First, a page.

Watching the TensorFlow Dev Summit 2017 – Livestream

Last night Tensorflow held the Dev Summit 2017. Although it was in California, they streamed all talks live through Youtube (https://www.youtube.com/watch?v=LqLyrl-agOw). As I use Tensorflow a lot I loved watching some of the talks (together with 2500 other people watching live). This blog post is a summary of the first talks I watched before going to bed. 

First of all, it was great watching the announcement of version 1.0 at the start of the conference! Each talk later kept referring back to new features, some of which will already available in the next release!

Tensorboard for debugging and visualisation

Dandelion Mane explained Tensorboard. Up till now I mainly used it as a cool visualization tool for other people (impressing your boss and showing co-workers how cool your network is). Dandelion also showed how using Tensorboard is very practical for debugging your model if it is not learning. He started by creating a graph with an error (which I did not spot) and shows the model is not training. He shows that through the use of Tensorboard it is easy to find where you make this error. I know I will be using Tensorboard next time I have a problem.

Another thing I did not know was in there is the embedding visualiser. He showed the principal components of MNIST in 3D and was able to create a 3D cloud of smart replies Google Inbox. This feature really helps you when you want to know what your model learned exactly, and where mistakes come from. You can find the code and slides of Dandelion here: https://gist.github.com/dandelionmane/4f02ab8f1451e276fea1f165a20336f1#file-mnist-py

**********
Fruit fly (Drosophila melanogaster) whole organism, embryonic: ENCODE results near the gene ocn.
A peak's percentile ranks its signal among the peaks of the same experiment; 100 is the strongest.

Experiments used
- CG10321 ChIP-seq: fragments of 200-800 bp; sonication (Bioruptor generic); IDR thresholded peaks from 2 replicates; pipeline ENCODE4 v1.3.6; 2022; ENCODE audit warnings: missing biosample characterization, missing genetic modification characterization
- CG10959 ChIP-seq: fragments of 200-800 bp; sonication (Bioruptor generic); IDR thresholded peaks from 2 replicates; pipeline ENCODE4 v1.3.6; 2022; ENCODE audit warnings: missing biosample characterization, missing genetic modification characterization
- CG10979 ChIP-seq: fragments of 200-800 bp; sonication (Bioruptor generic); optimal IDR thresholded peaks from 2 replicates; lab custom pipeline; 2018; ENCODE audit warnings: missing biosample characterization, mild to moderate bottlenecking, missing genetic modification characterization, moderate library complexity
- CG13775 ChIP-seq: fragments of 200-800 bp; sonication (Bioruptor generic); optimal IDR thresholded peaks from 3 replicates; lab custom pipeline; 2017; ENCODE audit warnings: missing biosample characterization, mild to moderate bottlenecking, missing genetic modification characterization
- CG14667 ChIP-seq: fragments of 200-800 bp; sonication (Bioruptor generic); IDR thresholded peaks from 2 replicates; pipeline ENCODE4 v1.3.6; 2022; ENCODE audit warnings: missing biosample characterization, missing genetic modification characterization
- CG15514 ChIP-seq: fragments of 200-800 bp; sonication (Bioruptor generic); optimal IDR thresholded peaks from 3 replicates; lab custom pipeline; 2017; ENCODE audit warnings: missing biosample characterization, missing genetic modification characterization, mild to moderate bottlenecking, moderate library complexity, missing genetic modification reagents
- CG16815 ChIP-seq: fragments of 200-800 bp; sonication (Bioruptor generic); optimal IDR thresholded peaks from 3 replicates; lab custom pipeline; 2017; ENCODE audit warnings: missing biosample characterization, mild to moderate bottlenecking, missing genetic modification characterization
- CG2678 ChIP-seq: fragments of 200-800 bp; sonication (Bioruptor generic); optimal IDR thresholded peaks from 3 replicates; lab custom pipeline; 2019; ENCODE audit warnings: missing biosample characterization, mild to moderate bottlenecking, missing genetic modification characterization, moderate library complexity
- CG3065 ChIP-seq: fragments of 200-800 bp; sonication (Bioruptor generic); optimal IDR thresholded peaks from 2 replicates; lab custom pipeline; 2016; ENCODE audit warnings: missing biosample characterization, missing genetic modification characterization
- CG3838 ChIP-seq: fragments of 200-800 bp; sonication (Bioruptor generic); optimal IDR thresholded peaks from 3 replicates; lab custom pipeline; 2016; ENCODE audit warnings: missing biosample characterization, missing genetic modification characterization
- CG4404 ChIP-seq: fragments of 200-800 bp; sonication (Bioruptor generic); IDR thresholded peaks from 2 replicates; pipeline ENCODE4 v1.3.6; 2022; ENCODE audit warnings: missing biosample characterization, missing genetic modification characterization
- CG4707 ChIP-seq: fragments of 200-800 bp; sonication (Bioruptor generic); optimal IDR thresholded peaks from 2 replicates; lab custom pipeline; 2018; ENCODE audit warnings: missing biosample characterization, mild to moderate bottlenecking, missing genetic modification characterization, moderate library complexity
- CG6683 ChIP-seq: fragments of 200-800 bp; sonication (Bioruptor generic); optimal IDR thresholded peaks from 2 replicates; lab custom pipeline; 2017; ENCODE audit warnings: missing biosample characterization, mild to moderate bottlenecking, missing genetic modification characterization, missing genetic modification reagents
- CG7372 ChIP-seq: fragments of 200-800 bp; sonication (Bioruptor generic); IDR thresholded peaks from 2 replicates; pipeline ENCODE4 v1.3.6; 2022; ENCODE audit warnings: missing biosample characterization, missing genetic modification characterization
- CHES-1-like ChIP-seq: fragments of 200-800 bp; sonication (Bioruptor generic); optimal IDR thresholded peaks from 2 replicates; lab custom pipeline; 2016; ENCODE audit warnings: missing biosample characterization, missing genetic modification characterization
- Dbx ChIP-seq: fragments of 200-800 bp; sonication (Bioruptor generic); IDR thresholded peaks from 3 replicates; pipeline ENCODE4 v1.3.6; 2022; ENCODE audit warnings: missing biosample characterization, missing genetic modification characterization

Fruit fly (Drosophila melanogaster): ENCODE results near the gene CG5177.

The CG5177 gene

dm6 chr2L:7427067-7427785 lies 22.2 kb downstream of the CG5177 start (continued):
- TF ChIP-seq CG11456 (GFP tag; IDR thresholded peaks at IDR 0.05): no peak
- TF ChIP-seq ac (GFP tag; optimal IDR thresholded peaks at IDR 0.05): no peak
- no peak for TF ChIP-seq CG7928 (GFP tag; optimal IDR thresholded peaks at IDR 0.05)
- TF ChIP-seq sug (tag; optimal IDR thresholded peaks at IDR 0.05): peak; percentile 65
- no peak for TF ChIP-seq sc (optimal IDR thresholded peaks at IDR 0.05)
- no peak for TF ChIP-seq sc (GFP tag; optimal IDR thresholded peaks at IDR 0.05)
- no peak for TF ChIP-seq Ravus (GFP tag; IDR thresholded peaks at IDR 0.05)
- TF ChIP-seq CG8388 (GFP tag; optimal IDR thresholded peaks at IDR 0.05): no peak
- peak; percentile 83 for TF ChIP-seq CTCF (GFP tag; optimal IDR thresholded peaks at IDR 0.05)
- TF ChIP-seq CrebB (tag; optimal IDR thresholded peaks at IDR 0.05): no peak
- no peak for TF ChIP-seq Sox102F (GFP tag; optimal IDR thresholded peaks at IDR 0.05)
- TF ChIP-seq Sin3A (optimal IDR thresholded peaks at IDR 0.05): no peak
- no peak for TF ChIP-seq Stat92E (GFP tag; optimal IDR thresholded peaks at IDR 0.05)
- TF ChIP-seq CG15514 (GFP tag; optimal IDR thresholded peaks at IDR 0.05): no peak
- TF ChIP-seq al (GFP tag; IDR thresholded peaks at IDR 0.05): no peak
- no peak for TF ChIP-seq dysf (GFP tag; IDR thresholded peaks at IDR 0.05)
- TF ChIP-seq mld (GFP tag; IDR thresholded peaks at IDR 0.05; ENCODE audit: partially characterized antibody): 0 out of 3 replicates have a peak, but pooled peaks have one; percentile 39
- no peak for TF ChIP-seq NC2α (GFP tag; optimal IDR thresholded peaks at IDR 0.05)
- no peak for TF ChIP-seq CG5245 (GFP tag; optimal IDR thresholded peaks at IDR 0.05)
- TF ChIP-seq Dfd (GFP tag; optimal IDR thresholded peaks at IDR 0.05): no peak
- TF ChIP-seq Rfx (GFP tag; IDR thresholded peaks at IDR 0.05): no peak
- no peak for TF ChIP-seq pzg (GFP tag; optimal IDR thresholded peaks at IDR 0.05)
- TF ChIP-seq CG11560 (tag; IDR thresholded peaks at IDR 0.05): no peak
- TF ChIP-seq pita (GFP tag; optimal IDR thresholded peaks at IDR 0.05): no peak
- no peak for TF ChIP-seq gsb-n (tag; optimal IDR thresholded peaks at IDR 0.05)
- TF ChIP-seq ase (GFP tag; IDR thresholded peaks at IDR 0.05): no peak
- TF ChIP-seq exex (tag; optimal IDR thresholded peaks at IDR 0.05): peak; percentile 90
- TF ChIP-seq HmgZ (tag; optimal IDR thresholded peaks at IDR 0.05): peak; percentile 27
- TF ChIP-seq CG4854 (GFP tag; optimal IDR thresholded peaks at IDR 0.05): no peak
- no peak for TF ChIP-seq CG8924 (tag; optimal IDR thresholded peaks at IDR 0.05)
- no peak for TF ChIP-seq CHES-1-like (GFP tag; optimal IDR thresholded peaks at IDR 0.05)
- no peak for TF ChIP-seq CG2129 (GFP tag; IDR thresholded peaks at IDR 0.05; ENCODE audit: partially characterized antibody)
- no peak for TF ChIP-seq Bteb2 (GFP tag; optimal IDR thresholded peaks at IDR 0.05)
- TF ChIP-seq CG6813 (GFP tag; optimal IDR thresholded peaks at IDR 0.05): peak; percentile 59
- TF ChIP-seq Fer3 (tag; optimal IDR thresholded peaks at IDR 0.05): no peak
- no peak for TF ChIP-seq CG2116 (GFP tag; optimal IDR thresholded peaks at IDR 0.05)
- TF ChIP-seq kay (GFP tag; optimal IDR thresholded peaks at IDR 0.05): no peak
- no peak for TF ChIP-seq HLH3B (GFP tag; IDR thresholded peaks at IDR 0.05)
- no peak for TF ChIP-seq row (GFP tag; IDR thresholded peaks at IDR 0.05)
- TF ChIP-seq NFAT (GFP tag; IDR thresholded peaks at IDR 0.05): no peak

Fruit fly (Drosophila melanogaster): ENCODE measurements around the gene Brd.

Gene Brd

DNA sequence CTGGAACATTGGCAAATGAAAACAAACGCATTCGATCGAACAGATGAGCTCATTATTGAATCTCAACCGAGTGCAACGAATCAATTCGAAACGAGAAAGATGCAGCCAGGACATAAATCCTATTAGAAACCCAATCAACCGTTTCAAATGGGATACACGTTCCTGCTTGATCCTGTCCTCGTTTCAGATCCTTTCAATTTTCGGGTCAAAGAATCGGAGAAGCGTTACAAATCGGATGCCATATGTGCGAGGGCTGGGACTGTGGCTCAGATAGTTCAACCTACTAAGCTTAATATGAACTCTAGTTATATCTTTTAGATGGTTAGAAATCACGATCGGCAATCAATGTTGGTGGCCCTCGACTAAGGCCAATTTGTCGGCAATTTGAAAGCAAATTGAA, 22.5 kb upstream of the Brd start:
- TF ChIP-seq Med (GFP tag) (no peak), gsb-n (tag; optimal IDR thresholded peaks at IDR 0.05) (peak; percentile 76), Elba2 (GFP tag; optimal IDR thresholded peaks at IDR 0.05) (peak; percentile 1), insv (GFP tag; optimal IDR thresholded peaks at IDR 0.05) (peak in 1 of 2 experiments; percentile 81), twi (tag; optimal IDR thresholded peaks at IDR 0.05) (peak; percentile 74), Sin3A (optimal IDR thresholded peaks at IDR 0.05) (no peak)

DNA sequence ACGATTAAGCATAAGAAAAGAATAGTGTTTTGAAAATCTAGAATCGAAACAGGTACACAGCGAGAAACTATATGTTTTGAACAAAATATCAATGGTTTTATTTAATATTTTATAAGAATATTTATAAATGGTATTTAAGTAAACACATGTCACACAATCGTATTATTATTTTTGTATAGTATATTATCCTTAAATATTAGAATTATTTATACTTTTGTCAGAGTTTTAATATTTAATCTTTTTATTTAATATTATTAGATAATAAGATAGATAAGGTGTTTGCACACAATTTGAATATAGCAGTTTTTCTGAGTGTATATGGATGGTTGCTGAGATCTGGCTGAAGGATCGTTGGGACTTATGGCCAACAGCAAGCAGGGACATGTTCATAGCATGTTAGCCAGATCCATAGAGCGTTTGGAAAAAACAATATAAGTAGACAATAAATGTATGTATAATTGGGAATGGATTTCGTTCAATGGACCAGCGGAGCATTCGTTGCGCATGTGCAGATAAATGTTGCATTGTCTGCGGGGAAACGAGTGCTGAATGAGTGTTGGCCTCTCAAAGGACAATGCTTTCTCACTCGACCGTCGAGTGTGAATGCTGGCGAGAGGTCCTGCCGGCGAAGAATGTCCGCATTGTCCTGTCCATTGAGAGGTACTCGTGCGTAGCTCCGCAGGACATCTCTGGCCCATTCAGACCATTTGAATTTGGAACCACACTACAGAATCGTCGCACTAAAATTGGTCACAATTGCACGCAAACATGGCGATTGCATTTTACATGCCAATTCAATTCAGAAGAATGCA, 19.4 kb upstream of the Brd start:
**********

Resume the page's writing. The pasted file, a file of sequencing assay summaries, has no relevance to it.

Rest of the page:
High level libraries

Francois Chollet talked about the integration of high-level libraries in Tensorflow. Although TFLearn, TFSlim, and SKFlow are already available, I still used Keras for quickly developing a quick model. The Tensorflow guys took the ideas of Keras and implemented them directly into Tensorflow in an efficient manner. Most interesting about this is that Keras includes all best practices, for example, it initialises your weights in a way that makes sense.

Another awesome development are the canned estimators. These are basically models in a box, ready to use in your model. At the end of his talk Francois created a network for what seems to be a difficult task: show a computer a video, ask a question, and let the computer answer with a single word. The resulting code fit in this single slide:

Unfortunately, I am in the wrong timezone for watching the whole summit live, but I will surely watching the rest of the talks later this week. If this post peaked your interest:

Let me know what your thoughts were on the conference, and what talk you enjoyed the most!

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